A Trainer with a Feral Horse expertise: Nelson Detweiler

“A man best describes himself with remarkable actions, not by persuasive words.”― Bradley B. Dalina

Since Heart of Phoenix has existed, we have depended on people.

People to serve and give and go. We can’t exists without those who give their time and knowledge. Most of the things we need, all people can offer: help with fundraising, sharing what we do, helping with data collection, cleaning up around the barn, posting adoptable horses on our sites, aiding with application processing. There is plenty beyond those things.

After those obvious tasks, most all experienced horse people can help with: fostering, cleaning stalls, grooming horses, hauling and transport, attending fundraisers, donating tack and equine items. . .again, just touching the surface.

But sometimes, what we need is unique and almost impossible to come by.

In this instance, enter Nelson Detweiler.

From the time we met him, he filled a need our organization long had, and more than that, he opened doors to allow us to say, “Yes” to horses we could not help before because we knew he would be there when needed.

The ability to effectively gentle and train a feral horse is exceeding hard to come by, and it is something where, we’ve found, even most professional trainers tend to struggle.

Nelson brought HOP quite a gift for the feral horse when he decided to give his time to our cause, but the additionally, he brought quite a natural ability and desire to teach others. This means that the impact of his knowledge grows and can go beyond him, in time.

Year after year, we ask for his help with horses that are unhandled or dangerous. And he always finds a way to make it possible to be there. Rarely has an Appalachian Trainer Face Off passed that he hasn’t gone at our request to help a trainer who has met a roadblock with a previously unhandled horse, either.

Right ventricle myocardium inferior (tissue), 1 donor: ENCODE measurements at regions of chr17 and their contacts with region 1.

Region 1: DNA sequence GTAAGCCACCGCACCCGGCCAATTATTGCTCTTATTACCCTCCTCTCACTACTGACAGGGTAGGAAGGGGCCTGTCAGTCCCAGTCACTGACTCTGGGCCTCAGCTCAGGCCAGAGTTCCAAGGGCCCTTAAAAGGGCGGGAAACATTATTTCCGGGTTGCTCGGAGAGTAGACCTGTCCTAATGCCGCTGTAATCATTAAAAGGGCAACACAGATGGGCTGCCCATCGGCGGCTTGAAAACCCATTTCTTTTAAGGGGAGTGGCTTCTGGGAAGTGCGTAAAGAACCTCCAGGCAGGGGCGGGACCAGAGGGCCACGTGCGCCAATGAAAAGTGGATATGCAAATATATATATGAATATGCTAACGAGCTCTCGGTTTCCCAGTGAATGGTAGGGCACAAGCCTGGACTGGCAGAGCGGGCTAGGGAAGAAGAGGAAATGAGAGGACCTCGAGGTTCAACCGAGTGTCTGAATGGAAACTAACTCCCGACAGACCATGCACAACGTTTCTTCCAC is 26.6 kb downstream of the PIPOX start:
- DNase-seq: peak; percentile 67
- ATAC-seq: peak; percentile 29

This year, #HOPTEAMALLERIA’s Libby reached out to me feeling very defeated. She didn’t feel she could progress with this Texas feral mare. She actually felt they were going backwards. I said I knew someone who would help and assured her, in the end, it would be ok.

Nelson made an 8+ hour trip one way, bringing his own horse along to aid in the training, to spend 4+ days working with this team.

He changed everything for Libby and “Larry” (Alleria’s new nickname). In less than a week, the whole course has changed.

From a scared mare unsure of what was being asked and a trainer not yet able to even sit on her horse, to a pair able to independently begin to ride by the end . . .It is what I expected to see, but to actually see it. . .well, that is incredible. I’m thankful I get to see such things.

And so, thank you, Nelson, for making time in a life busier by far than most. . .with more people asking you to do things than anyone I know. . .The difference we can make because you’re on our side is remarkable. I’m so glad that people understand asking questions, learning and helping others is paramount and a huge part of what we believe and of the ATFO.

I’m sure glad Morgan dragged you along on that feral mine horse round up way back when.

“A busy man giving you his time means everything.”

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